Hunger in the Horn of Africa
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More than 12 million people in the Horn of Africa face a humanitarian emergency—the most serious food insecurity situation in the world today. Parts of Ethiopia, Djibouti, Kenya, and Somalia are struggling with high food prices, political instability, and the worst drought to hit the region in 60 years—a deadly combination that’s likely to worsen over the coming months. (For a more in-depth look at this crisis, see “Lives at Stake: Protect Global Food Security Programs” in this issue.)
Immediate and Long-term Responses
Thousands of Somalis have already died of causes related to malnutrition, most of them children. Indeed, the United Nation reports that malnutrition rates there are currently the highest in the world—hitting 50 percent in the country’s southern areas. Unless the global response increases dramatically, the famine will spread.
According to the U.N. Office for the Coordination of Humanitarian Affairs OCHA), about (US) $2.5 billion in aid is needed to save the lives of those at risk—mostly women and children. Less than half this amount has been committed.
“The current humanitarian response is inadequate to meet emergency needs,” said Faustine Wabwire, foreign assistance policy analyst for Bread for the World Institute. “Tens of thousands of lives could be saved, but the window of opportunity to do so is extremely limited. A massive, strategic response is critical to prevent death, total loss of livelihood, and social collapse.”
Bread for the World is urging Congress to not only increase its emergency response, but also to protect funding for investments in the region’s long-term development.
“Emergency aid is vital right now, but we must think beyond the current crisis. It’s better and cheaper to prevent calamities than to respond to hunger emergencies,” said Wabwire. “We must pay greater attention to long-term investments in women and children and in country-led initiatives that lay foundations for sustainable agriculture and livelihood strategies.”
More—Not Less—Foreign Aid
This situation makes clear that members of Congress need to invest in foreign aid—not cut it. Yet the deal lawmakers reached on funding for fiscal year 2011 cut total poverty-focused development assistance by 7 percent, or $1.5 billion. Food aid was cut by 17 percent. And about 25 percent of the members of the House of Representatives voted to eliminate food aid altogether.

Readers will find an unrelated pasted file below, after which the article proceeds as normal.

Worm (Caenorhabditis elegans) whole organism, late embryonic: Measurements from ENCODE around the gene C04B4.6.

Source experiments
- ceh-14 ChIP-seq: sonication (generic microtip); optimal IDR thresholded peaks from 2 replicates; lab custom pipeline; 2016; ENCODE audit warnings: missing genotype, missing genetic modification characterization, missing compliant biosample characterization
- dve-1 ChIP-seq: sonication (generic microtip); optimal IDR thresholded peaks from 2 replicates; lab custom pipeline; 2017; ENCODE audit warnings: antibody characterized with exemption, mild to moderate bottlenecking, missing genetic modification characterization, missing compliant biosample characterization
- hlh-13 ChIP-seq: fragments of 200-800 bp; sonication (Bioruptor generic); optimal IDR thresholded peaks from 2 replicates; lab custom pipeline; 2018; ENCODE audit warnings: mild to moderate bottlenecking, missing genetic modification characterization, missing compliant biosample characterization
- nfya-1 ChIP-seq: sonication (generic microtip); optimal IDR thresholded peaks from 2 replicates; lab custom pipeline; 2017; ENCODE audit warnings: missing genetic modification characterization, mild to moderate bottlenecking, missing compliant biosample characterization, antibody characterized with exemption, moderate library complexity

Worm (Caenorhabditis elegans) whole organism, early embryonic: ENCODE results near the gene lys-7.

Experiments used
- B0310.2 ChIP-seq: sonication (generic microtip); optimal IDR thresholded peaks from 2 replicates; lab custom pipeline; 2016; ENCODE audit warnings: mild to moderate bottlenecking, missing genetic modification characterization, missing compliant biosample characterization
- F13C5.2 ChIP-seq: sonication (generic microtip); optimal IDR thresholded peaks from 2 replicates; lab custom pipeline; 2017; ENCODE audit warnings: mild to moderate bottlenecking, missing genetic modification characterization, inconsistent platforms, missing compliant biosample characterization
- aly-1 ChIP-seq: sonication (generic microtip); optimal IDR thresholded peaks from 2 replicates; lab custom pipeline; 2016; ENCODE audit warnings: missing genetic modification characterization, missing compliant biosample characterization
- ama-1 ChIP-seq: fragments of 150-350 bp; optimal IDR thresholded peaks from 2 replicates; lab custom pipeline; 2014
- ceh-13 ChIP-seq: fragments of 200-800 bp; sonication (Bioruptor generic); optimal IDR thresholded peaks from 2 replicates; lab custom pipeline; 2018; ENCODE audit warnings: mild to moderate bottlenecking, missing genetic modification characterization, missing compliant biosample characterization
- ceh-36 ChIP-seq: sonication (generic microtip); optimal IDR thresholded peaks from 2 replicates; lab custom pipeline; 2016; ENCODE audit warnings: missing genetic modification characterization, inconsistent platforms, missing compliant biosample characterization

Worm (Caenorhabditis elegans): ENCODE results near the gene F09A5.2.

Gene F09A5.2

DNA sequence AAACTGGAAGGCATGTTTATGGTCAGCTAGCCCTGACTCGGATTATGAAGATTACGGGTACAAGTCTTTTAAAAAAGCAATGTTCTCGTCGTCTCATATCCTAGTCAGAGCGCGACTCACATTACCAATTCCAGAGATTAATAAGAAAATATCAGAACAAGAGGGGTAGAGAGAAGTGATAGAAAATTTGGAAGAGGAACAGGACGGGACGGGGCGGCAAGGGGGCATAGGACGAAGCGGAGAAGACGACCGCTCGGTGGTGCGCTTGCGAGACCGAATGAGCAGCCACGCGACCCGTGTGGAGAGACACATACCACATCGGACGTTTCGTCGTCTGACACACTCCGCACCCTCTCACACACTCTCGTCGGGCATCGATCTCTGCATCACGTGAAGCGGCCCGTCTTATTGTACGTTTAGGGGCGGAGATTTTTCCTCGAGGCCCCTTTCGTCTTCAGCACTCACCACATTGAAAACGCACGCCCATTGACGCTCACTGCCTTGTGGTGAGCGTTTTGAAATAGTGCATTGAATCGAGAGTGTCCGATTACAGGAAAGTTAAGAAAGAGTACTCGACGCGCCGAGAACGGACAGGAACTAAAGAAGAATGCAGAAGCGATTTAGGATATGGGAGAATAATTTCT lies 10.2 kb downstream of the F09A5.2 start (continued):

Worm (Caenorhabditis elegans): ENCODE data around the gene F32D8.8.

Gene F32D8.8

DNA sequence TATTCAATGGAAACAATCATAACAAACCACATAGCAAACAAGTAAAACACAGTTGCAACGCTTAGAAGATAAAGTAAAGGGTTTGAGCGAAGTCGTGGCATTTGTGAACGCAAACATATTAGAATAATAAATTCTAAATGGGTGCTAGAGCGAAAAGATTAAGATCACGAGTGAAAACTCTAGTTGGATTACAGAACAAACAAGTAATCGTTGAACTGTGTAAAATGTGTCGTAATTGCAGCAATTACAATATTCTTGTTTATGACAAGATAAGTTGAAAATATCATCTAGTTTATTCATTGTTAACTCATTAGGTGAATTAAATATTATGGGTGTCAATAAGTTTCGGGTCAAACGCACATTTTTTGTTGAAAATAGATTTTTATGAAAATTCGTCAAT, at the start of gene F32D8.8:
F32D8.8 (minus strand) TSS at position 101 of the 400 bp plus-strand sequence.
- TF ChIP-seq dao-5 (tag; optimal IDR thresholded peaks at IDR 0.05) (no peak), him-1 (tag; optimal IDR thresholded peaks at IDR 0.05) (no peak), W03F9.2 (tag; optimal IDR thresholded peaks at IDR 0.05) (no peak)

Longer-term programs that focus on enabling poor people in developing countries to earn a living and provide for their families also faced drastic cuts. For example, 2011 funding for the Millennium Challenge Account was 19 percent less than 2010 levels.
These cuts will do little to balance the U.S. budget, since foreign aid—which includes emergency food aid—accounts for less than 1 percent of it.
“Any cuts to funding for international food aid programs will not significantly reduce the deficit,” said Rev. Derrick Boykin, associate for African American Leadership Outreach at Bread for the World. “It will cost us more in the long run, undermining the progress already made in reducing maternal and child deaths and severe malnutrition—especially in the Horn of Africa.”
On August 2, President Obama and congressional leaders reached a deal to raise the debt ceiling and reduce the deficit by at least $2.1 trillion over 10 years. The bill—the Budget Control Act of 2011—prevents the United States from defaulting on its debt, which would have had disastrous economic consequences, especially for hungry and poor people. But the bill contains significant spending cuts that aren’t specified—we don’t know which programs will be cut or by how much, which leaves us with challenging and important work.
As Congress makes decisions about these spending cuts, it’s critical that programs for hungry and poor people are protected—especially foreign aid programs needed by our neighbors abroad. Bread for the World and other faith leaders and activists involved in the Circle of Protection movement have been urging Congress and the administration to recognize that a commitment to protect vulnerable people is a moral—not partisan—concern.
Cuts to food aid and other critical programs affect some of the most vulnerable women, men, and children in the world. We must continue our work to form a circle of protection around funding for these programs. For more information, see www.bread.org/hunger/budget/circle-of-protection/.
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